Money laundering is one of the main problems undermining casino activity around the world. Links between casinos and illegal organisations are often very complex and excesses are never far away although they can be avoided or even prevented by the actions of different agents. This was the case recently in Argentina where the actions of a local casino brought to light the activities of a group of Hezbollah Islamic militants.
They were laundering money in the region’s casinos
Ongoing for several months, the Argentine police inquiry into the activities of a Lebanese national called Assad Ahmad Barakat has brought to the fore again the important risks linked to money laundering that casinos are exposed to. Several casinos and hotels in Puerto Igazu, a town a few kilometres from the communal border between Argentina, Paraguay and Brazil, have been raided. These played a yet to be defined role in the network put in place by the suspect, who is believed to have close links with the Lebanese terrorist organisation Hezbollah.
It seems that Assad Ahmad Barakat and 13 other people linked to him have, over the past few years, made many return trips between Argentina, Brasil and Paraguay with suitcases stuffed with cash each time. These huge sums were exchanged for chips in Puerto Igazu casinos. After a few games, these false players asked to withdraw their winnings and so succeeded in laundering huge sums that weren’t declared at the border. In this way, the Barakat clan managed to launder more than 10 million dollars which clearly went to finance the terrorist group Hezbollah’s activities. The inquiry shows that Hassan Ali Barakat a cousin of the main suspect is believed to have crossed the border 620 times over the past few years in the course of this vast money laundering operation.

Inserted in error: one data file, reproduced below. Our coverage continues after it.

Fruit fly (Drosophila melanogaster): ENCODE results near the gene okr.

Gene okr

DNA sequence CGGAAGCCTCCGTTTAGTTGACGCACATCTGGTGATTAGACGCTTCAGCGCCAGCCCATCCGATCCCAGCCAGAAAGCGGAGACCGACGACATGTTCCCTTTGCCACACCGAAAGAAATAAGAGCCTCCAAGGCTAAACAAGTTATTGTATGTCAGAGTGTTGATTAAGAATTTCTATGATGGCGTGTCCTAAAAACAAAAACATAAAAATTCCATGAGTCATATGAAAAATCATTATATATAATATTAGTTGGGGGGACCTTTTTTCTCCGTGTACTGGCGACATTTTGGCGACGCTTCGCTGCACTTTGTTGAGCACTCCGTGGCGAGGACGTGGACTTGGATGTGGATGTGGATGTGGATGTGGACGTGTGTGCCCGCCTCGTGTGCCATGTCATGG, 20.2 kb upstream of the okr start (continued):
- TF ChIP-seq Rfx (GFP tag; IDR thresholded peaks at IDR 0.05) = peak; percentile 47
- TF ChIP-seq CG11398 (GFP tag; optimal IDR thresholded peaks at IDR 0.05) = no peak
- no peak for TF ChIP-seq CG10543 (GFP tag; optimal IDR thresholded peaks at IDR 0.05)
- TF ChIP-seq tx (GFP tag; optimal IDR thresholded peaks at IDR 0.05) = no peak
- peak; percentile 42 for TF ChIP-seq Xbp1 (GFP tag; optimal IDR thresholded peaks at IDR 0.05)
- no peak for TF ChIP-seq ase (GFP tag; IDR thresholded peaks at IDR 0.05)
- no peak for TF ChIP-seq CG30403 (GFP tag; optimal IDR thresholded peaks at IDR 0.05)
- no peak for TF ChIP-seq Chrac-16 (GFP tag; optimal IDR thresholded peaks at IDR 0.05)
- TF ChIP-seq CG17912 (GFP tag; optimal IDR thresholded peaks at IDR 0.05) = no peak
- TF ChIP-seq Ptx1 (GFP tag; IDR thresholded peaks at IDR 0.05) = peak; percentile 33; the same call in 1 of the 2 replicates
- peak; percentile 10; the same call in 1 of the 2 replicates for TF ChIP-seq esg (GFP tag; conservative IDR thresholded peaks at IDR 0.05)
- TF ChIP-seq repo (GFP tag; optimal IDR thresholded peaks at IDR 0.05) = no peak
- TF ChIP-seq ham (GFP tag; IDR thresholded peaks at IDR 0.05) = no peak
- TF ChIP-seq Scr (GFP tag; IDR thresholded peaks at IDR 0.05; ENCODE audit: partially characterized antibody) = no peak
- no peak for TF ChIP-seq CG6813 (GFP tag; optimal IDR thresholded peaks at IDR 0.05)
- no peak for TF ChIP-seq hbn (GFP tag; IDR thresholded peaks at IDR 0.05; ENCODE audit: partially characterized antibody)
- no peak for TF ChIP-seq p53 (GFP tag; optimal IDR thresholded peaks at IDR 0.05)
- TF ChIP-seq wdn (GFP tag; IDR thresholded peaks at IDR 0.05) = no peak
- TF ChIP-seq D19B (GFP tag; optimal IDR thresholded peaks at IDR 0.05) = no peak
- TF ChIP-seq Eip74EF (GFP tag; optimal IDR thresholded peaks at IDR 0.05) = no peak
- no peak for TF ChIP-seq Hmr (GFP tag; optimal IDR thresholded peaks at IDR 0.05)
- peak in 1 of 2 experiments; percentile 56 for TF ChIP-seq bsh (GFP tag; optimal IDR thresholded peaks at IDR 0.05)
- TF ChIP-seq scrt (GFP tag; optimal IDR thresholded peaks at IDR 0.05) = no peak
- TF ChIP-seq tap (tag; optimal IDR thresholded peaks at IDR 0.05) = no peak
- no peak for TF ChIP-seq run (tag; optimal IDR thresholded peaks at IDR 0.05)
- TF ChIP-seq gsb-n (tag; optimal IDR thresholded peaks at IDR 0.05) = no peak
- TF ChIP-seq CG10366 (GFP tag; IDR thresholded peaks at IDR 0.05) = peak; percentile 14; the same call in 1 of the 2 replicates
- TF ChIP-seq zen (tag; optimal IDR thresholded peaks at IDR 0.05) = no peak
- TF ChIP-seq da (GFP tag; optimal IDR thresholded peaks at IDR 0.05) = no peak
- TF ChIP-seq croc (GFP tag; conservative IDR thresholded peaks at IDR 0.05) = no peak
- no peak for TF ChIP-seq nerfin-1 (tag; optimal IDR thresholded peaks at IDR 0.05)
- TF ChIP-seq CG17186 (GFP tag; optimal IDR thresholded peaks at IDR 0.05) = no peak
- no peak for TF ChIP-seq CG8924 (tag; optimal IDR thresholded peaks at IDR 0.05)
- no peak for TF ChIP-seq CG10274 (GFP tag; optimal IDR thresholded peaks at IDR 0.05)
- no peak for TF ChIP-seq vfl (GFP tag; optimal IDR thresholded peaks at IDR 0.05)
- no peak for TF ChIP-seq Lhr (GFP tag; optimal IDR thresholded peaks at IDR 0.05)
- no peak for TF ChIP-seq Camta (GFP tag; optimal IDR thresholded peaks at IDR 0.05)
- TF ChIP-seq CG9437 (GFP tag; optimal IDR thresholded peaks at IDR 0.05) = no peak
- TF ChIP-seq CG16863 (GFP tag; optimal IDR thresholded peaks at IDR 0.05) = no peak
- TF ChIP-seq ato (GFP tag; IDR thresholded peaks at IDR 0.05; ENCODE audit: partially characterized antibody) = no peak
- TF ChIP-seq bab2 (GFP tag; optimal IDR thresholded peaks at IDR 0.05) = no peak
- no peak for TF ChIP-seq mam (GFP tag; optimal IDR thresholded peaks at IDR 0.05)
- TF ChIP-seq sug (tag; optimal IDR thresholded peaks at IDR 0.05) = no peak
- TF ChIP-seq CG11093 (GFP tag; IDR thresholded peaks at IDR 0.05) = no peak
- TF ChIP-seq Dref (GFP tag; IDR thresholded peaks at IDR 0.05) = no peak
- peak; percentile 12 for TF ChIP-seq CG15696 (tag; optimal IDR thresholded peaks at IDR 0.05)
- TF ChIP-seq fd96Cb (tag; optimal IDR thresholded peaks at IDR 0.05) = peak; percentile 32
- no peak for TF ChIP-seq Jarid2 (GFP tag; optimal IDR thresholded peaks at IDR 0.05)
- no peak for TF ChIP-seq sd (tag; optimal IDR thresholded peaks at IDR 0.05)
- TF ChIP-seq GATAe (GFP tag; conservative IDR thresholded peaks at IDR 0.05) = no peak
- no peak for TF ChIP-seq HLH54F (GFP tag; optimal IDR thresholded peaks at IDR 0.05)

Casinos and money laundering, a complex relationship
Following the initial results of the inquiry by the Argentine police, the Financial Information Unit (UIF) had already frozen the Barakat clan’s assets,which was identified by the American Office of Foreign Assets Control (OFAC) as an organisation financing terrorism. At this stage in the investigation, the involvement of the management of the casino group involved in the money laundering hasn’t yet been clearly determined. Although, if the statements from the director of FinCEN (Financial Crimes Enforcement Network) are to be believed, one of the casino’s business reports led to dismanteling the group.